“Me? I got flattened on my way to the pool. ’67 Corvette got my left leg. Sliced it right off. That was two years ago. Been hangin’ around ever since. Can’t afford a plane ticket home. Can’t hop in a straight line with one leg. Can’t catch my own food, so I gotta beg. What I wouldn’t give for a nice hot lunch.”
Writesalot had a problem. The Toad had a problem. Perhaps, Writesalot thought, we could help each other out. He wanted his story in the worst way, and he knew this one-legged beggar was his only chance. He knew the little wretch was starving and would spill his guts for a good meal.
“Say, how ‘bout we make a deal? You dish me some inside information on this bizarre little ritual and I buy you a nice lunch for your troubles. I’ll get what I want, and you’ll get what you want.”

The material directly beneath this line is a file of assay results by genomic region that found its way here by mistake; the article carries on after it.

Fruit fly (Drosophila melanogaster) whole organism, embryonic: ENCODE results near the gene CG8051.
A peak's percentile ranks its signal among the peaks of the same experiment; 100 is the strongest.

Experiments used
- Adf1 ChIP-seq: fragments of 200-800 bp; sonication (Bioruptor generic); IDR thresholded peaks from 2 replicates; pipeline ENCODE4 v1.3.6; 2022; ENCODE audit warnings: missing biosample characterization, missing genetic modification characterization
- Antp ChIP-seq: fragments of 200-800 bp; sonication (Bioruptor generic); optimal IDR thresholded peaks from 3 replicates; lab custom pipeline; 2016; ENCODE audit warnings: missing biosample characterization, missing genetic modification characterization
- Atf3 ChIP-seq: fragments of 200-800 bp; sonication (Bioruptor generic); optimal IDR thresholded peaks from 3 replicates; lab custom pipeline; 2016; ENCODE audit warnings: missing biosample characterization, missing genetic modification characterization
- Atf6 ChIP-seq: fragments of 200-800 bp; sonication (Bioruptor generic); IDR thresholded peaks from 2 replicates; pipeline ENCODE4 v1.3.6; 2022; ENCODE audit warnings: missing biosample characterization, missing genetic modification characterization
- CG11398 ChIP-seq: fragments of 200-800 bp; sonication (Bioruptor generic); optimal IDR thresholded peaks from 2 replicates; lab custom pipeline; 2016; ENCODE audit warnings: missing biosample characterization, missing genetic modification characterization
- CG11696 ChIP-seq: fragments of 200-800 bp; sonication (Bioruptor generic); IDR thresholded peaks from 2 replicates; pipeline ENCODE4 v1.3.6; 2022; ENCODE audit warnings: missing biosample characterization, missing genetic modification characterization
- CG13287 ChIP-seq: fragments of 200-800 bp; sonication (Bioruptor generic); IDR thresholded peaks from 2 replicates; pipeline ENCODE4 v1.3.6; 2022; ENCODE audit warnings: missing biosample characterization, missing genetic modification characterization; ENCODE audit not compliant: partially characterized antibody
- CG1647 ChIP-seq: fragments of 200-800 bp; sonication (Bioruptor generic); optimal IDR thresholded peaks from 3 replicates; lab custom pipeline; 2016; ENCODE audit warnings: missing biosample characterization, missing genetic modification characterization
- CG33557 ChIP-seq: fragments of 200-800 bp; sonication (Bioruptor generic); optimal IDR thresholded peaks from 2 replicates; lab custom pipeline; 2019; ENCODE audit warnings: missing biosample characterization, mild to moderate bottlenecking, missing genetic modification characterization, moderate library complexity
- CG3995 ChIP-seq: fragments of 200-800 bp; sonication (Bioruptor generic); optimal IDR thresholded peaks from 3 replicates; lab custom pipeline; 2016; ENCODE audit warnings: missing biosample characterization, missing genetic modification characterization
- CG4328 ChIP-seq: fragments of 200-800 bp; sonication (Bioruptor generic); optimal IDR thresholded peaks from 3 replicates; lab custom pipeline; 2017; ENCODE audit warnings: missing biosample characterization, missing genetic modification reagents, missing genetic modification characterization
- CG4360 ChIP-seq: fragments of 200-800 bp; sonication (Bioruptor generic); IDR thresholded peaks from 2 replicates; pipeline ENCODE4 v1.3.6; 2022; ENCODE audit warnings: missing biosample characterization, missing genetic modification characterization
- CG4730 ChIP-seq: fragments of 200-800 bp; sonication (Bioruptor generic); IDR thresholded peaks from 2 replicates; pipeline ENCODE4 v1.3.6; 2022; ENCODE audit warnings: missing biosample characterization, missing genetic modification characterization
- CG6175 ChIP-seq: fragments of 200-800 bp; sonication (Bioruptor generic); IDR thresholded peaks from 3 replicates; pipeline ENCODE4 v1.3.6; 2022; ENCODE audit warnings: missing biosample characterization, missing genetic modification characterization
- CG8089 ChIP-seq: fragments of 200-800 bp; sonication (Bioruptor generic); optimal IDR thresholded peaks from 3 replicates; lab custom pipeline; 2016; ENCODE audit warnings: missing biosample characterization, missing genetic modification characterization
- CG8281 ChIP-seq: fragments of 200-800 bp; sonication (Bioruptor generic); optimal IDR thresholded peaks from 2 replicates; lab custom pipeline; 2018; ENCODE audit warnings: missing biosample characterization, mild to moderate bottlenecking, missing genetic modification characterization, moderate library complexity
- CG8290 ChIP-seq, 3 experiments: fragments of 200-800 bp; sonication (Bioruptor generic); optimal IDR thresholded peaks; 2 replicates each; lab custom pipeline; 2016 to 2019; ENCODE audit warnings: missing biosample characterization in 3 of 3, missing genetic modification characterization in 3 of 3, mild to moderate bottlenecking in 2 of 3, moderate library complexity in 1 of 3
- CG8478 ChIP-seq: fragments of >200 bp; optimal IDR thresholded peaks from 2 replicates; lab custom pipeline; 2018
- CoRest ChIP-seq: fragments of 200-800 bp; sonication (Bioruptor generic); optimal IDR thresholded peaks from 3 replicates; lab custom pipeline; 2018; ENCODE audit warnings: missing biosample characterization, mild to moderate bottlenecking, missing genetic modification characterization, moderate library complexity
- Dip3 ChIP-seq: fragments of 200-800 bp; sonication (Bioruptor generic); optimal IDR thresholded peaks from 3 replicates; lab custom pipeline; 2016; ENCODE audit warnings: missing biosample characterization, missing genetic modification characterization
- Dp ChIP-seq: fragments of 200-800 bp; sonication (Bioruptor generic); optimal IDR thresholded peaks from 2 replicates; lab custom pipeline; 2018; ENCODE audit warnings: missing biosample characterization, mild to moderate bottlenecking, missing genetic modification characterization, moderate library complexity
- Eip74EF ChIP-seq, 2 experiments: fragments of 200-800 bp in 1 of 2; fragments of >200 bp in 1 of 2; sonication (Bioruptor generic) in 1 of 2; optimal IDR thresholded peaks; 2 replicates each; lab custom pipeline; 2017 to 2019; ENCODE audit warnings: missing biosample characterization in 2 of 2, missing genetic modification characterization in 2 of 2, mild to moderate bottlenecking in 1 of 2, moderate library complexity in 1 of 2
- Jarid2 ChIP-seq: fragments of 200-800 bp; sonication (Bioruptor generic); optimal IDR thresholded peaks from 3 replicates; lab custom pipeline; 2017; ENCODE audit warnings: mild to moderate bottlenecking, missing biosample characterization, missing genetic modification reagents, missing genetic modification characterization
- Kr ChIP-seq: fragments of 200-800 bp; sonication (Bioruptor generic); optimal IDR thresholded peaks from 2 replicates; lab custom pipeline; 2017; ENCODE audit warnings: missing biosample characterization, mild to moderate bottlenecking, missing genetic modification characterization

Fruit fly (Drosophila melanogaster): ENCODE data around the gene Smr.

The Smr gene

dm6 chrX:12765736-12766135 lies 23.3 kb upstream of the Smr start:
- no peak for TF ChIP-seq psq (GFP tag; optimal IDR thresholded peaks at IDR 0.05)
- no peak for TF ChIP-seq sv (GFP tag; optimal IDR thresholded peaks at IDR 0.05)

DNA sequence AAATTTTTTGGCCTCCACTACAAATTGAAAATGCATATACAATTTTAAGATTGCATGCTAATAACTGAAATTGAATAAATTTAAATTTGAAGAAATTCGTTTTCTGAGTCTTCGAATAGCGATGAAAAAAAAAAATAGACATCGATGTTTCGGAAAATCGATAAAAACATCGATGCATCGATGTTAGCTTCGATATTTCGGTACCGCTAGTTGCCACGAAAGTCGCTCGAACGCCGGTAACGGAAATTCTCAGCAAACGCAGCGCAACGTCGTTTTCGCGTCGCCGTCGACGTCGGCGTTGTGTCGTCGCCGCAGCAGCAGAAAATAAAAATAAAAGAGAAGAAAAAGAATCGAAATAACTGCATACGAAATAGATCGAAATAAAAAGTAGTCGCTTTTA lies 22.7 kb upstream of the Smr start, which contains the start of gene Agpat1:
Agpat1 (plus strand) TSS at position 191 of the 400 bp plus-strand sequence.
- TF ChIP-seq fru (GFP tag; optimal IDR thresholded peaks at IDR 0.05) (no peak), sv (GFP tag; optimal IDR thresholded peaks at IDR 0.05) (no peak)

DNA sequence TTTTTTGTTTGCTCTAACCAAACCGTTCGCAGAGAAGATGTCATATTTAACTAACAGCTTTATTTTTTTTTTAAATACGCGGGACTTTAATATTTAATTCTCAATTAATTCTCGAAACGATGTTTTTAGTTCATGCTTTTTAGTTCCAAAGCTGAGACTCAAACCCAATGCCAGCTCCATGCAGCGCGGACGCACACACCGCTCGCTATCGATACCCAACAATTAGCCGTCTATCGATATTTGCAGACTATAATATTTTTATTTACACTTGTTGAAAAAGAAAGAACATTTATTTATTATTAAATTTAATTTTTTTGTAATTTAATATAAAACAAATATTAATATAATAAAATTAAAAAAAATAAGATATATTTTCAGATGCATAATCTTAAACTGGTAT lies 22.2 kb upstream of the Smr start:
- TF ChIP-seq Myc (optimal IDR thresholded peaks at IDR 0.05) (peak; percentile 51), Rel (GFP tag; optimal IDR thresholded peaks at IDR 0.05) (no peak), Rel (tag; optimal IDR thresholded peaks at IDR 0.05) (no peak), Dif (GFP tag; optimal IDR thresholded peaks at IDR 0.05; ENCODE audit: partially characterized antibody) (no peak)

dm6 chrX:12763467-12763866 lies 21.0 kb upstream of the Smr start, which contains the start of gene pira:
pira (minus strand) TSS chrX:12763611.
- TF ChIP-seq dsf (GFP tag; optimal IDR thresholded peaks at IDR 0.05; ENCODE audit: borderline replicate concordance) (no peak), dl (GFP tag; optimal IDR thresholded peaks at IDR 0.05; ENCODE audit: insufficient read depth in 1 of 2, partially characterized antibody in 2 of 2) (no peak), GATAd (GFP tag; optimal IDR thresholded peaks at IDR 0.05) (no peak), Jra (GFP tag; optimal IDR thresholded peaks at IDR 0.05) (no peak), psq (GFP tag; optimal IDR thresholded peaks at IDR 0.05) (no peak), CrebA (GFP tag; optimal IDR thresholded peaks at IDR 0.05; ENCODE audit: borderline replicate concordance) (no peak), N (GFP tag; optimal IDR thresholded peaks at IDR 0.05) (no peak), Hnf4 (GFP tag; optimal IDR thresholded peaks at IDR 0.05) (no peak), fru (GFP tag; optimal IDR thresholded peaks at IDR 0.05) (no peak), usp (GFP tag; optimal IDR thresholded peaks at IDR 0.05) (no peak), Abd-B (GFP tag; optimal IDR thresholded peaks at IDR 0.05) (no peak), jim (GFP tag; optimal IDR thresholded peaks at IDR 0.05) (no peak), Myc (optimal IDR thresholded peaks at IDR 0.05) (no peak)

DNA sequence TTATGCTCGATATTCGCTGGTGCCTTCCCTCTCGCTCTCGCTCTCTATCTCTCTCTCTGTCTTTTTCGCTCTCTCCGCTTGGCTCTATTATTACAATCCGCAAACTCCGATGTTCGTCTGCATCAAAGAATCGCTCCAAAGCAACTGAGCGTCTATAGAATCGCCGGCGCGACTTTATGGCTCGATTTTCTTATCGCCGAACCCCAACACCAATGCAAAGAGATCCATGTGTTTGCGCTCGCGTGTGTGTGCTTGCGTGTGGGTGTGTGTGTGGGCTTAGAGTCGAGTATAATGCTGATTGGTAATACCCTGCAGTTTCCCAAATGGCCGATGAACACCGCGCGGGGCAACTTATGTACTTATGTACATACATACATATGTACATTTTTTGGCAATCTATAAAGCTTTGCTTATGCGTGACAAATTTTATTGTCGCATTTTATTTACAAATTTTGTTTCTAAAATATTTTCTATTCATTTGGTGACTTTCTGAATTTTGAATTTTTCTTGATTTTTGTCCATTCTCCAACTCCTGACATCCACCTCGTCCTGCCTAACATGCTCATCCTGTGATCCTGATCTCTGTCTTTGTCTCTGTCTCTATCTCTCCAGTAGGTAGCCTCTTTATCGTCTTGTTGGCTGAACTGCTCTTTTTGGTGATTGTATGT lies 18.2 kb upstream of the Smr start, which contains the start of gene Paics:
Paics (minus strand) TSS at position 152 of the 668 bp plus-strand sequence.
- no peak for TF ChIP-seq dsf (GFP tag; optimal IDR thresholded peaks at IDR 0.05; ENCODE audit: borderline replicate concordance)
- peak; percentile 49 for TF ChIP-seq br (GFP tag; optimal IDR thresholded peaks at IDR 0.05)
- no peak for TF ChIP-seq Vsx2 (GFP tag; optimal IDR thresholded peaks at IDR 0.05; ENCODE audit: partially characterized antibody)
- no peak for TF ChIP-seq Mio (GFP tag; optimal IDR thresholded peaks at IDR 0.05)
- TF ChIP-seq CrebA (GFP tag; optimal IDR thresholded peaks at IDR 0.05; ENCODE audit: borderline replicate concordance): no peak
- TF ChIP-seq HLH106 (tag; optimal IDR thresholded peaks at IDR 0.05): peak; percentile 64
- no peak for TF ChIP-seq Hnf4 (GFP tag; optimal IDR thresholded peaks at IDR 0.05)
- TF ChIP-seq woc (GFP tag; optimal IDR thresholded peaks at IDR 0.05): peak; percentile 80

The toad thought about the offer for only a moment. Lunch would be great, but he wanted more. He wanted get out of this miserable place and get back home to his familiar stump in the Rainforest in Brazil And now he began to see a plan emerge. With a crafty Grinch-like smile, he calmly replied.
“Sure. Where ya gonna take me?”
“There’s a place on the other side of town, on the Miller’s road. Telly’s. Hop in and let’s get outta here.”
And so it was. The toad and the writer drove off to Telly’s for their interview lunch. The place was packed by the time they arrived. According to the townsfolk, every day was the same: it was busy for breakfast, lunch, and dinner and it wasn’t uncommon to wait ten minutes for a booth. They had not tables. The locals usually went to other restaurants when they couldn’t get a seat at Telly’s. For the toad and the writer the wait was short and soon enough they were seated at a booth by the window.